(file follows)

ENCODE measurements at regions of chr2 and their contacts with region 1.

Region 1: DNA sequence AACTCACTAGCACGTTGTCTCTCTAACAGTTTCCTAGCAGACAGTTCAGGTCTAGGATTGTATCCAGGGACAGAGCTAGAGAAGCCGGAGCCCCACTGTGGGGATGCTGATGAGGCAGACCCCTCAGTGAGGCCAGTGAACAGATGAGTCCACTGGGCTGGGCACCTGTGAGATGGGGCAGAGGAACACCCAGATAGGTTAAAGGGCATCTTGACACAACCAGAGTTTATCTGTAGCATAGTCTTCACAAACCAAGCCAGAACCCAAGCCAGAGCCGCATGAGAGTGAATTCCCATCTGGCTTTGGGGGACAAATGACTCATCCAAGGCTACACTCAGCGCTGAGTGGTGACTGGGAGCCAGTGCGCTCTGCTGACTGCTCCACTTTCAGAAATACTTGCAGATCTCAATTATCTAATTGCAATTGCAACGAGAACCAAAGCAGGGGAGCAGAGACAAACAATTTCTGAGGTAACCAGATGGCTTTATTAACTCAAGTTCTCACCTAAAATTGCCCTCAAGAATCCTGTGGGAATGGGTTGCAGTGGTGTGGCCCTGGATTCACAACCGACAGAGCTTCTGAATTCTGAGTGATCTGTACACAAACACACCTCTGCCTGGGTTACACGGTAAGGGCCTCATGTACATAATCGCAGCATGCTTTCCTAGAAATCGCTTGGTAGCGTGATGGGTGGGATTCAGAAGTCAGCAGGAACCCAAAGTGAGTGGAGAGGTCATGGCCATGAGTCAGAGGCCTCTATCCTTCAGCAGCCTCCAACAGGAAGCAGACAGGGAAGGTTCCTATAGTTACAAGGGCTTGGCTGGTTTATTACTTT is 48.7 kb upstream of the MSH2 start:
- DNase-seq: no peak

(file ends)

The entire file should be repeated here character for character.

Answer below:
ENCODE measurements at regions of chr2 and their contacts with region 1.

Region 1: DNA sequence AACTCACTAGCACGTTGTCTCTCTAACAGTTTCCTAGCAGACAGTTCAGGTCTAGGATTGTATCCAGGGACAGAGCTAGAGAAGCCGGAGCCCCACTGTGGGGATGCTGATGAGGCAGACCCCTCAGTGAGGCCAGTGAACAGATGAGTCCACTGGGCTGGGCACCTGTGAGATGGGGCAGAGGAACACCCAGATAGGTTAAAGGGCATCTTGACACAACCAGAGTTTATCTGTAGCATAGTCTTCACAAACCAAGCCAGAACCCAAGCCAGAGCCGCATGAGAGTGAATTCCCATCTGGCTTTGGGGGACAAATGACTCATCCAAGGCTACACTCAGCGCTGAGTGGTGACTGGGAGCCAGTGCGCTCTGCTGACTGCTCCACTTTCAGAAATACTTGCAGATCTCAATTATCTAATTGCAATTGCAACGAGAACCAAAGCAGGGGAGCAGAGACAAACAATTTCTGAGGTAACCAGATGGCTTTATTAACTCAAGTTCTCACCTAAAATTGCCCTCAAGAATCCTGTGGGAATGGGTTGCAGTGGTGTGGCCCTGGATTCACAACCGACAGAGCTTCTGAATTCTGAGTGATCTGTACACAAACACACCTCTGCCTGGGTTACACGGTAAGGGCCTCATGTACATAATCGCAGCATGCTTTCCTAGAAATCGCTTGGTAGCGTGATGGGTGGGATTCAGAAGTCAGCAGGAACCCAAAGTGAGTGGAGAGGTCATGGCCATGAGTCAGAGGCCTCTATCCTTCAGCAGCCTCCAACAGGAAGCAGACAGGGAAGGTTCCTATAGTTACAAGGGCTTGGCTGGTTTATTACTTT is 48.7 kb upstream of the MSH2 start:
- DNase-seq: no peak